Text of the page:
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Mon March 24, 2014
Fears Rise That More Than 8 Died In Snohomish County Mudslide
The search for survivors of a deadly Washington state mudslide grew Monday to include 108 names of people who were reported missing or were unaccounted for, but authorities cautioned the figure would likely decline dramatically.
Still, the size of the list raised concerns the death toll would rise far above the eight people who have been confirmed dead after the 1-square-mile slide Saturday swept through part of a former fishing village about 55 miles northeast of Seattle. Several people also were critically injured. About 30 homes were destroyed, and the debris blocked a 1-mile stretch of state highway.
"The situation is very grim," Snohomish County Fire District 21 Chief Travis Hots said, stressing that authorities are still in rescue mode and are holding out hope. But he noted: "We have not found anyone alive on this pile since Saturday."
Adding to the worries was that the slide struck Saturday morning, a time of the weekend when most people are at home. Of the 49 structures in the neighborhood hit by the slide, authorities believe at least 25 were occupied full-time.
Snohomish County emergency management director John Pennington said the list of 108 names was pulled together from various sources that authorities are working from, and it doesn't mean there are that many injuries or fatalities.
Among the possible missing are construction workers coming into the neighborhood and people just driving by.
"It's a soft 108," Pennington said. "The objective here is very clear. Let's consolidate the lists, consolidate the information, the data that we've got. Let's make it helpful to the families that are out that, that are really struggling right now."
Snohomish County urges residents to call 425-388-5088 to report missing persons or to report they're OK if they've been out of contact. Cell phone, radio and Internet connections were largely cut off in the area; however, laptops and a Wi-Fi connection were available at the Darrington library.
Pennington said crews are working to get communication back up and running.
"We have a Department of Transportation-type reader board that will have a radio signal that can spread out about two miles. It will be an AM radio station that you can tune into and get information from Snohomish County," he said.
Search and rescue teams took to the air in helicopters and the ground on foot with search dogs to look for anyone who might still be alive, but the possibility of additional slides limited their movement.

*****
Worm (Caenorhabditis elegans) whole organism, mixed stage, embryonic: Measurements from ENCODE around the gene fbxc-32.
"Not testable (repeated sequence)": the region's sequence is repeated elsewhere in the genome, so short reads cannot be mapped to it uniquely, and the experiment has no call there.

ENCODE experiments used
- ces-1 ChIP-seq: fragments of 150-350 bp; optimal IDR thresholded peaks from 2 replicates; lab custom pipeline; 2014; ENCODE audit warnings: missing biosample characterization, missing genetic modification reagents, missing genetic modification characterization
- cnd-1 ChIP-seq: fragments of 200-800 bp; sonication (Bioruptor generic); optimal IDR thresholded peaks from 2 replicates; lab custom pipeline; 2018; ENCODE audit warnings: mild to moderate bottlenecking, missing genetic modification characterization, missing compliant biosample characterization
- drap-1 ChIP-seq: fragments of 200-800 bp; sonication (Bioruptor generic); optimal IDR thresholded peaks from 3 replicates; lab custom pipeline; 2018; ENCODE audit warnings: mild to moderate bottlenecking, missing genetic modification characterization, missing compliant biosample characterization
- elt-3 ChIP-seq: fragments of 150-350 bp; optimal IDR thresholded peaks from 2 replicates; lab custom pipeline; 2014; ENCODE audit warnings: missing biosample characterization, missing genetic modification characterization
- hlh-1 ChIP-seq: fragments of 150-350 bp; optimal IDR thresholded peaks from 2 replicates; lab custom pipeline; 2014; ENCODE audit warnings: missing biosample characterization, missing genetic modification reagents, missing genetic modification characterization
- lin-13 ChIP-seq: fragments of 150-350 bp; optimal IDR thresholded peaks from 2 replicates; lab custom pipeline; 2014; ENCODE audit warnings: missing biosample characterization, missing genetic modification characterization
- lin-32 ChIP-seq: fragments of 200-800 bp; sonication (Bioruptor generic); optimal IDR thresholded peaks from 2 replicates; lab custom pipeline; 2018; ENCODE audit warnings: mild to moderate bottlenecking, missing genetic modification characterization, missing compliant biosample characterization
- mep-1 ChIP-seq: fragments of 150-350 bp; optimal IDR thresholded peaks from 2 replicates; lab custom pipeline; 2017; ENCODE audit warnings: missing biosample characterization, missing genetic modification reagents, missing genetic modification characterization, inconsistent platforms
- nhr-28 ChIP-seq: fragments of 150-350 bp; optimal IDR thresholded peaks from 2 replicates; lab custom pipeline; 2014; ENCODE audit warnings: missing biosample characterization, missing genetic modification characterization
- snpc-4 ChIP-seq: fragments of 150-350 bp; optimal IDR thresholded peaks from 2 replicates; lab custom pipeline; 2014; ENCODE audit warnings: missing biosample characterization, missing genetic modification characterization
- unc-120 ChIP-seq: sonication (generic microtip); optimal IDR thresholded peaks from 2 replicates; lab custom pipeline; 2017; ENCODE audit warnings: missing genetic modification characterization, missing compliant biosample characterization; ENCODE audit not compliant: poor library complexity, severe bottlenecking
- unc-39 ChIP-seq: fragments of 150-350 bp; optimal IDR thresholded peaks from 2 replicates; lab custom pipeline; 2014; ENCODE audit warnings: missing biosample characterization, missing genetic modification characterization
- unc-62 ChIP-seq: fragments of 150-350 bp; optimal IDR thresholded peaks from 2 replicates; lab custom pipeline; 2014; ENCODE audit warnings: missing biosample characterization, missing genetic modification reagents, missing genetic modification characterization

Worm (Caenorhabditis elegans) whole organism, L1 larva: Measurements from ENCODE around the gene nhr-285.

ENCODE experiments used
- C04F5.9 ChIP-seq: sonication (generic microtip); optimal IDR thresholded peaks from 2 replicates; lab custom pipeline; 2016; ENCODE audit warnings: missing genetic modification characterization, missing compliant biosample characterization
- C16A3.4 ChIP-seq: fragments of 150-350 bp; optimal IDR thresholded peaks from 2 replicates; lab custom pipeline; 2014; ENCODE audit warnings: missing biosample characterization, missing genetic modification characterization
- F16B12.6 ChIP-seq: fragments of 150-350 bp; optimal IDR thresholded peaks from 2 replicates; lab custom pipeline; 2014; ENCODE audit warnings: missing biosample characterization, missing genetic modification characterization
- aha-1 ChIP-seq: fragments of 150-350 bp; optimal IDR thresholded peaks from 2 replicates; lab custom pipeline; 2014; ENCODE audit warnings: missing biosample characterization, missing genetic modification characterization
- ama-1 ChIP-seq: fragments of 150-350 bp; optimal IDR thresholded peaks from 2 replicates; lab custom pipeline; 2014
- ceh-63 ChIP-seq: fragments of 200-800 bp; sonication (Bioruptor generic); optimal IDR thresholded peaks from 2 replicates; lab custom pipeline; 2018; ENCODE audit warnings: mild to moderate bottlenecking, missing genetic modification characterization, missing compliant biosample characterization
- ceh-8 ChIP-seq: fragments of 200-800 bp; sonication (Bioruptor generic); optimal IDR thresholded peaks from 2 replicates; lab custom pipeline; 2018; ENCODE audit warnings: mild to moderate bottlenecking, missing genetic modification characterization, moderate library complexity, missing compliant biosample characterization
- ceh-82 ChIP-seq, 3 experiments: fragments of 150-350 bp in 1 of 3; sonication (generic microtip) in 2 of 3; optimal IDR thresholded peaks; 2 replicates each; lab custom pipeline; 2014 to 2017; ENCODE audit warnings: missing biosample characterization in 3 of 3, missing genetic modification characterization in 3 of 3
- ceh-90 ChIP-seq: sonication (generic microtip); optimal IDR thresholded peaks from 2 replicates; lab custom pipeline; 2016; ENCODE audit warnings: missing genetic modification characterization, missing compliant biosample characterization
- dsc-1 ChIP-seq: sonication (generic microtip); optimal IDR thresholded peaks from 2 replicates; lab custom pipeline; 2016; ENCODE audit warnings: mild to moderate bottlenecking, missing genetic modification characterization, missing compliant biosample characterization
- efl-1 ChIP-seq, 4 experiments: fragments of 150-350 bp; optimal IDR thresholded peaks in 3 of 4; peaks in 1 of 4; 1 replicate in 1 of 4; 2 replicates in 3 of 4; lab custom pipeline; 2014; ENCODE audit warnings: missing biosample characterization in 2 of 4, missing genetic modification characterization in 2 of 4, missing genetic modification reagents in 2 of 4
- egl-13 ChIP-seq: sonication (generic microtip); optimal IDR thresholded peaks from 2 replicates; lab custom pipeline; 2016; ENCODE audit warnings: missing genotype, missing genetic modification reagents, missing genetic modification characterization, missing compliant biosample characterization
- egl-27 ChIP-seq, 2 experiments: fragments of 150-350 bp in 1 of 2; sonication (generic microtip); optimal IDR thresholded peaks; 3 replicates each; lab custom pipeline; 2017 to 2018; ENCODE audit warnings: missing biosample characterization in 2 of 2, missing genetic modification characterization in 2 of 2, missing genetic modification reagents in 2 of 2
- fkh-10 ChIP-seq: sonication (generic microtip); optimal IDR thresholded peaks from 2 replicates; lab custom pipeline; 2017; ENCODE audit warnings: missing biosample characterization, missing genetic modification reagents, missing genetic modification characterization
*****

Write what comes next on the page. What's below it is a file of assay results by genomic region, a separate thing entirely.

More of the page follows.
"There are concerns about additional slides in the same area that was affected on Saturday. As a result, some of the ground crew have been pulled back from that area," said Snohomish County sheriff's spokesperson Shari Ireton.
Airlift Northwest pilot Lucky Mertes, who helped evacuate some of the injured, said what he saw reminded him of the Mount St. Helens eruption more than 30 years ago.
"With the trees and the gash in the mountain, it's sort of what it reminded me of, but obviously not to that scale. But [it's] much bigger than you'd normally expect when you hear about a mudslide," he said.
The injured victims were taken to Harborview Medical Center in Seattle, mostly with crushing injuries. The victims includes a 6-month-old boy who arrived in critical condition.
Hospital spokeswoman Susan Gregg said some of the families of the missing came to the hospital.
"I think they just didn't know where to go and they figured that, you know, Harborview takes care of the most seriously injured, and they thought their loved one might be here," Gregg said.
Snohomish County sheriff's Lt. Rob Palmer said four bodies were discovered late Sunday. Earlier in the day, authorities said one body had been found on the debris field. Three people were already confirmed dead on Saturday.
Crews were able to get to the soupy, tree-strewn area that was 15-feet deep in places Sunday after geologists flew over in a helicopter and determined it was safe enough for emergency responders and technical rescue personnel to search for possible survivors, Hots said.
He added that they did not search the entire debris field, only drier areas safe to traverse.
Both frequent, heavy rainfall and geography make the area prone to landslides. Less than a decade ago, another slide hit in the same general area. Geologists and other experts said the Stillaguamish River likely caused some erosion in the area that was carved by glaciers.